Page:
There are three significant innovations to this program. The first is that we will be providing training to help leaders bring a specific practice to their communities in a way that reflects the unique culture and realities of that particular community. Participants in the program will be given curricula, in-person trainings, regular webinar support and targeted consultations, all with the support of the other members of the cohort. Secondly, we will be exploring what happens when we make a systemic connection between strengthening individual character development and communal norms and culture. This will give us the opportunity to learn more about how transformation works along the spectrum of change within an individual, in interpersonal relationships, in institutions and in society at large. And thirdly, we will be pioneering a new approach to mussar that is grounded in mindfulness practice.
Rabbi Marc Margolius will be the director of the program. For more information, please visit the program page.
That a non-Jewish foundation with the clout of the Templeton Foundation has decided to invest in our exploration is just thrilling. We are hopeful that this will significantly improve the tools we can offer our alumni in helping to revitalize Jewish life.
For more information on the Templeton Foundation’s work, please click here.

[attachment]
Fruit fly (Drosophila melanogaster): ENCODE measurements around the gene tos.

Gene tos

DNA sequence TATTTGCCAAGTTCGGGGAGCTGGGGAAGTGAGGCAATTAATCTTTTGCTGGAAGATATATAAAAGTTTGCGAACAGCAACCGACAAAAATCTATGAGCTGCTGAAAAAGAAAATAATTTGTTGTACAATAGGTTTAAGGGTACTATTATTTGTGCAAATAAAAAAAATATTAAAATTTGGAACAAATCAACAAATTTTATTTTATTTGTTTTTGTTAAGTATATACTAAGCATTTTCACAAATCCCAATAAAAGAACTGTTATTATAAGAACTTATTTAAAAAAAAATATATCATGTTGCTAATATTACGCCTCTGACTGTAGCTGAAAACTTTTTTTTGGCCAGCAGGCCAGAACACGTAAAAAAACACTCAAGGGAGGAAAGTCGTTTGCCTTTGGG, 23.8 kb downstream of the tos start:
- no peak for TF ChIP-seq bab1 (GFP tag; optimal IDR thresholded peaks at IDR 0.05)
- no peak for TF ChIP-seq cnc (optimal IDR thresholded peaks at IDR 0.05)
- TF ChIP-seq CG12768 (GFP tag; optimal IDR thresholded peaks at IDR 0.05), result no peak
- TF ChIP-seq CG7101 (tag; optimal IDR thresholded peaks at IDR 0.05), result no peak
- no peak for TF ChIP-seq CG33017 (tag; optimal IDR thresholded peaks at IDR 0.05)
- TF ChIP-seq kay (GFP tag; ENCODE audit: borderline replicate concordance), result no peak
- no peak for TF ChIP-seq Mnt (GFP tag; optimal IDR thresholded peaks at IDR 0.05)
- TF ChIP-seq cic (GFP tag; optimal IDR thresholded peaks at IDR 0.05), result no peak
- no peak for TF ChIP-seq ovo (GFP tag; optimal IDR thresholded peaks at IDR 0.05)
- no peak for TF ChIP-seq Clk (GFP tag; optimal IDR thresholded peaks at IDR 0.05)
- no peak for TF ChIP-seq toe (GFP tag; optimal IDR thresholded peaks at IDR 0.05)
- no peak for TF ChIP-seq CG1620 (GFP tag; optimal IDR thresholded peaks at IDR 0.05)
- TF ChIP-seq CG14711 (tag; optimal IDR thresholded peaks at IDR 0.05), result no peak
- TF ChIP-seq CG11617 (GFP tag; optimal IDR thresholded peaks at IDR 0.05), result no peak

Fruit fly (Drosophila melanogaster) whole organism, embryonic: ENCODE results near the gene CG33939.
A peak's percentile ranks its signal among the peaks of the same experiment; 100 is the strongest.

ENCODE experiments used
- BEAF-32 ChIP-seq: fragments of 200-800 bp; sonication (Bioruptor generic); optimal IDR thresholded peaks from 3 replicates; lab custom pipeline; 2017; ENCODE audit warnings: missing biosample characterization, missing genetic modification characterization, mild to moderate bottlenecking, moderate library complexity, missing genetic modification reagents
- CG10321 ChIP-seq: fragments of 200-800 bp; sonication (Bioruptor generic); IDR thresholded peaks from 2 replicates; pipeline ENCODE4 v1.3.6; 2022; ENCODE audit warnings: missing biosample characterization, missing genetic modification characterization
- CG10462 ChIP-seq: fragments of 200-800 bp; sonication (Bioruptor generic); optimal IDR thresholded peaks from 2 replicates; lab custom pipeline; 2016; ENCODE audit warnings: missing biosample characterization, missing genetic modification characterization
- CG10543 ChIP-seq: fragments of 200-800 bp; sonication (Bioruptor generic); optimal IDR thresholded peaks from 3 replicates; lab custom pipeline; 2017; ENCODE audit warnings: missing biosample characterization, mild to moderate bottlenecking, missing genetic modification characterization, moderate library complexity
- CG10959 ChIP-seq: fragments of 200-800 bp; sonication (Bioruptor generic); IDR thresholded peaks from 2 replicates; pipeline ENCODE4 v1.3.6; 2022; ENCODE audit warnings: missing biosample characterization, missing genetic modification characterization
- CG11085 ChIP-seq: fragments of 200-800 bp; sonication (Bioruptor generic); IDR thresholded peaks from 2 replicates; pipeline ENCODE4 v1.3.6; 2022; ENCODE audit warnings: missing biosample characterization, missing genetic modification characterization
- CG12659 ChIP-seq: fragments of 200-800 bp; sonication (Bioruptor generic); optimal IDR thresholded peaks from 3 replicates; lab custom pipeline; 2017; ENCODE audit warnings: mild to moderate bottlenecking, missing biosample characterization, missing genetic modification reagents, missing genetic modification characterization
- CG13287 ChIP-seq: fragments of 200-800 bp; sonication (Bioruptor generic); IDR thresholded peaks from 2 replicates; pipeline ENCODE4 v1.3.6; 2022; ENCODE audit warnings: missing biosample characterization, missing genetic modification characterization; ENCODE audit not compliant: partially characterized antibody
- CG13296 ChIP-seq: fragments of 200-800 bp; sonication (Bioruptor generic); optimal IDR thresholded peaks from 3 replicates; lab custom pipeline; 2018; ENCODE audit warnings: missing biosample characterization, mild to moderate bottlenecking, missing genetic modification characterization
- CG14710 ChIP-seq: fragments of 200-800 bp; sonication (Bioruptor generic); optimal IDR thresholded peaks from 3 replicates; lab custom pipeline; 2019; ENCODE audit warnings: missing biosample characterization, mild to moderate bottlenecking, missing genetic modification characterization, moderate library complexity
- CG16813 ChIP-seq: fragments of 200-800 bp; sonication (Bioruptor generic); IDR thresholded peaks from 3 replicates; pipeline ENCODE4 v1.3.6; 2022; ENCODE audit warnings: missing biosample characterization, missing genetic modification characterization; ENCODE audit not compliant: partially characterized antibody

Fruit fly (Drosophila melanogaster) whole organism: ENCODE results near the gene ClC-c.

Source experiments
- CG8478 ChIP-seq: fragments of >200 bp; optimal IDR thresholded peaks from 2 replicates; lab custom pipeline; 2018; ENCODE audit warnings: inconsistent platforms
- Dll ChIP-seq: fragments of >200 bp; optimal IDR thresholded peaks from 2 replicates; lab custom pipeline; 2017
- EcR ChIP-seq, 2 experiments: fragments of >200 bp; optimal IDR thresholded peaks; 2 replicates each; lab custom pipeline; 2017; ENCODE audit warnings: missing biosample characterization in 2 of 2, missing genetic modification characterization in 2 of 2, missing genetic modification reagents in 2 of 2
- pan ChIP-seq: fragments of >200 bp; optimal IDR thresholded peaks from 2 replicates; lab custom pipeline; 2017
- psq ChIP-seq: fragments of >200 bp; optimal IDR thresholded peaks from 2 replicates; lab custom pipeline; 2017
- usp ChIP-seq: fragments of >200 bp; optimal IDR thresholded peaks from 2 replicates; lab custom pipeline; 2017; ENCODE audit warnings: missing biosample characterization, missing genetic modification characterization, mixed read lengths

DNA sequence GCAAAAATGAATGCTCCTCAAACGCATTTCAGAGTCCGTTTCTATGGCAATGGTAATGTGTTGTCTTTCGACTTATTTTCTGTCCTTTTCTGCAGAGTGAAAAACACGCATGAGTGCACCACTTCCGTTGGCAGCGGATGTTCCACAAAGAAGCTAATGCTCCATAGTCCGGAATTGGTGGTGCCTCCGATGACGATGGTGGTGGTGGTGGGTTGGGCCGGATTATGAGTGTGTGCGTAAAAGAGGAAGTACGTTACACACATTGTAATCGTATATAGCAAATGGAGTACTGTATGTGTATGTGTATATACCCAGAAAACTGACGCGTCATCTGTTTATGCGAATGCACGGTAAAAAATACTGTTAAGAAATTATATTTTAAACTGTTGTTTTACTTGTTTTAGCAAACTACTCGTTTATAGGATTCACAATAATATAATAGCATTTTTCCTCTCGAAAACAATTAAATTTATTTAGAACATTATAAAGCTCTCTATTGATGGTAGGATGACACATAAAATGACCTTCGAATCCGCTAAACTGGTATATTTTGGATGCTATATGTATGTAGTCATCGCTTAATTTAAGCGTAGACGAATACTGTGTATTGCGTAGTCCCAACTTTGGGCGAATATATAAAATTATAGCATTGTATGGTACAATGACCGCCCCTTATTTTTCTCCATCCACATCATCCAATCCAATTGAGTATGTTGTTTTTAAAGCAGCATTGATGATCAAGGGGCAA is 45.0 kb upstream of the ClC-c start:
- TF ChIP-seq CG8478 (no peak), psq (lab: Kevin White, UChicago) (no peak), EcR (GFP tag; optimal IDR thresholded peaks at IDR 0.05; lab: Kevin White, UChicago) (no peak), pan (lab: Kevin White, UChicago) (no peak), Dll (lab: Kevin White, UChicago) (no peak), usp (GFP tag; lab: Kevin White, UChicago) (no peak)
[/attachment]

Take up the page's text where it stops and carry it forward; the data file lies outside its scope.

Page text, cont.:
As I walk through New York City these days, particularly in the evening, I am conscious of a desire to hold on to this magical time of year and not to let it pass. The city is filled with lights and decorations and people in beautiful clothes; the sidewalks are crowded with Christmas trees and holiday shoppers. It seems like everyone is heading out to a party and the darkness is warm and cozy, not cold and lonely. Wouldn’t it be great if it were like this all winter long until spring comes? And come to think of it, why stop just because the days are longer?
One could argue that the story of Chanukah is also about holding on. The second blessing reminds us of the miracles that were performed on our behalf at this time of year – this very same time of year. Now it’s just like it was back then! We want to remember the miracles and the deliverances, to keep the power of memory, to bring back traditions of our real or mythical ancestors – the specific latke technique, the Yiddish or Ladino melodies.
How profound, however, that the candles we use to make known the miracles are small, thin candles that go out in less than an hour! They are not like Shabbat candles that last through dinner or like yahrzeit candles that burn 24 hours. In fact, one of my family’s traditions is betting on which candle will go out last and watching intently as the flames flare and gutter and go out, releasing its twisting ribbon of smoke.
We know that everything passes – the candles, the holidays, the winter, life itself. Even the miracles come and go; the siddur reminds us that new miracles are constantly with us, morning, noon and night. The ephemeral candles remind us that light is beautiful, even when it’s fleeting – perhaps even because it is fleeting. They remind us that joy and gratitude in and of themselves are miracles of the spirit.
Wishing you and your loved ones a Chanukah filled with light and all kinds of miracles.